This charming fly-on-the-wall series, narrated by Christopher Timothy, may have changed over the years, but its connection to celebrated vet James Herriot remains as strong as ever.
But did you know that wasn’t his real name? James Alfred Wight began writing about his experiences as a country veterinarian in England under the Herriot moniker, and his stories have touched millions of people since.
They gained a new lease of life with the 1978 and 2020 television series, but there are still many vets upholding the ethos of the legendary veterinarian, who shied away from publicity, saying: “It’s not my world. I wouldn’t be happy there. I wouldn’t give up being a vet if I had a million pounds. I’m too fond of animals.”
Wight added: “If a farmer calls me with a sick animal, he couldn’t care less if I were George Bernard Shaw.”
Somewhat more at ease under the glare of TV cameras, Peter Wright, who was trained in Thirsk by Herriot himself, works out of Grace Lane Vets in Kirkbymoorside after leaving his former boss’s Skeldale Veterinary Centre.
Meanwhile, Julian Norton – Peter’s former partner at Skeldale – has opened a practice in Thirsk, which he runs alongside his wife Anne, and is also a partner at Sandbeck Veterinary Centre in Wetherby.
Just when you think the links to Herriot are fading, the cameras also follow a team of young vets at Donaldson’s practice in West Yorkshire, who are following in their footsteps.
They’re based at a state-of-the-art animal hospital in Huddersfield but are a traditional mixed practice: their work involves caring for farm animals, wildlife and popular pets as well as some that are more exotic. We’re sure the Farnon brothers would approve.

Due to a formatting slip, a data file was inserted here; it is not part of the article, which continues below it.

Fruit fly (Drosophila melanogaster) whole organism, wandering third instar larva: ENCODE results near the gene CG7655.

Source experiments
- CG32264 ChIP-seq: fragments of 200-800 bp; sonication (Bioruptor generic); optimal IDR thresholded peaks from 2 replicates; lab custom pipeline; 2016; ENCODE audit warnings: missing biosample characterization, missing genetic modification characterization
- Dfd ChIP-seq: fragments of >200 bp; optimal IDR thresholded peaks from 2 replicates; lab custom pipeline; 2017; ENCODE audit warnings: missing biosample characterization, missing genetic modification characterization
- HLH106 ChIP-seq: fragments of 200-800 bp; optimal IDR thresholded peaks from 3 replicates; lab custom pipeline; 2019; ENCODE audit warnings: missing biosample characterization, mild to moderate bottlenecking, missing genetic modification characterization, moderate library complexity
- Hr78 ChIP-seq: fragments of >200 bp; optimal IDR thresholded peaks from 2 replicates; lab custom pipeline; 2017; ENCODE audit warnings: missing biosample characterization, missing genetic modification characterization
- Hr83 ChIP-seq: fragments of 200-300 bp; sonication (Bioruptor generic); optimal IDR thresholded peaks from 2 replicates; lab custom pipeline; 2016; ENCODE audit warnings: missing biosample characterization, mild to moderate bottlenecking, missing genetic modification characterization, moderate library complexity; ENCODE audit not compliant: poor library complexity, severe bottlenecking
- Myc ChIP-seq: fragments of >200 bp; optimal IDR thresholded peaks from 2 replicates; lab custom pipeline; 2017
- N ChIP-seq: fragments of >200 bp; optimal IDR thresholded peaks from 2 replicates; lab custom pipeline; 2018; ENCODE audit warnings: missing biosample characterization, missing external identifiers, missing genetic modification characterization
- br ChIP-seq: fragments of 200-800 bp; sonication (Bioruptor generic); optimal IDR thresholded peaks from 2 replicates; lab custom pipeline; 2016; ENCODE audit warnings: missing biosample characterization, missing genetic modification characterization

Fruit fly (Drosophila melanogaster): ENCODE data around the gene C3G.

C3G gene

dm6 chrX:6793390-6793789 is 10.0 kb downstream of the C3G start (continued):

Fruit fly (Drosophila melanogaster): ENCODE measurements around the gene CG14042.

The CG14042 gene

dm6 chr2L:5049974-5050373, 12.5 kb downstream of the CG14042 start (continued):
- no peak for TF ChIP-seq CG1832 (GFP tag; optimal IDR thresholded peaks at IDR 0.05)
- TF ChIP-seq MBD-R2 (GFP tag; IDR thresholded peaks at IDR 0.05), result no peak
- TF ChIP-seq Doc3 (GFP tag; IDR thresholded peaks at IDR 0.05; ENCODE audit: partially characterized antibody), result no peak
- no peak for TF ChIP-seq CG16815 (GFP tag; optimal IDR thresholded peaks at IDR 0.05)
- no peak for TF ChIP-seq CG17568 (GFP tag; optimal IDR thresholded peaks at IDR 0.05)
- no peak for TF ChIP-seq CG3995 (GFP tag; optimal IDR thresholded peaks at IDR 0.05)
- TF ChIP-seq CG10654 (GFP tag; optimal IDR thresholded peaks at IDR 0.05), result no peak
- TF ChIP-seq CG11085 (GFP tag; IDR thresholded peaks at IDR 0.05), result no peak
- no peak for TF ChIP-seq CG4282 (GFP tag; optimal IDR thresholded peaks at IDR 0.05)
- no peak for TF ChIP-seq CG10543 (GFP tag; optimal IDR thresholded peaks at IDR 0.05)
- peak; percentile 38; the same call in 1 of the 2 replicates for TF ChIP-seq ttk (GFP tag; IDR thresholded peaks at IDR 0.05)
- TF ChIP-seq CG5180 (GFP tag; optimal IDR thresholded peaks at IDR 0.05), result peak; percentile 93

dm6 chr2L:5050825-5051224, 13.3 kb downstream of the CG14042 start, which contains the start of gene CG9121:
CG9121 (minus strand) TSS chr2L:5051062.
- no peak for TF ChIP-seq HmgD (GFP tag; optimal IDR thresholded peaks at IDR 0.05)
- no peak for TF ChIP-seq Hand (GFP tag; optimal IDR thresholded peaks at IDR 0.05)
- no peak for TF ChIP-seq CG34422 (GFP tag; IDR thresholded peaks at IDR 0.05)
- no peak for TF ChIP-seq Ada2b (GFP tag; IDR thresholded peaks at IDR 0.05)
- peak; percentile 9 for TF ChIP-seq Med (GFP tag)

As always, the ‘action’ is a mix of dealing with an assortment of feathered and furred patients, while the vets featured in the series encounter all kinds of colourful characters, including larger-than-life, straight-talking farmers, and it’s all set against the glorious background of Yorkshire – dubbed God’s Own Country by those who live there.
While we put a pin in that long-running debate, a Vizsla puppy needs treatment after eating a washing up-sponge for the second time. As dog-lovers up and down the country nod their heads in sympathy, Julian successfully removes it and sets out to give ‘Sponge Dog’ a clean bill of health.
Cameras catch up with Peter, who is at the Greens’ farm to deal with Sneeze the calf, who has become a bit of a bully, and Jean has a surprise in store for her favourite vet. Back at the practice, he has to deal with the most overgrown tortoise beak he’s ever seen.
Meanwhile, David rushes out to a local farm where a ewe has suffered an unusual, life-threatening prolapse.
There’s an equally nerve-wracking, but hopefully positive, situation facing vet Shona, who is hoping to find out that lots of her sheep are pregnant.
Finally, over at Cannon Hall Farm, Julian and Matt prepare to operate on Tricky Dicky the feisty donkey to help him find a forever home.
Fingers crossed it’s a roaring success.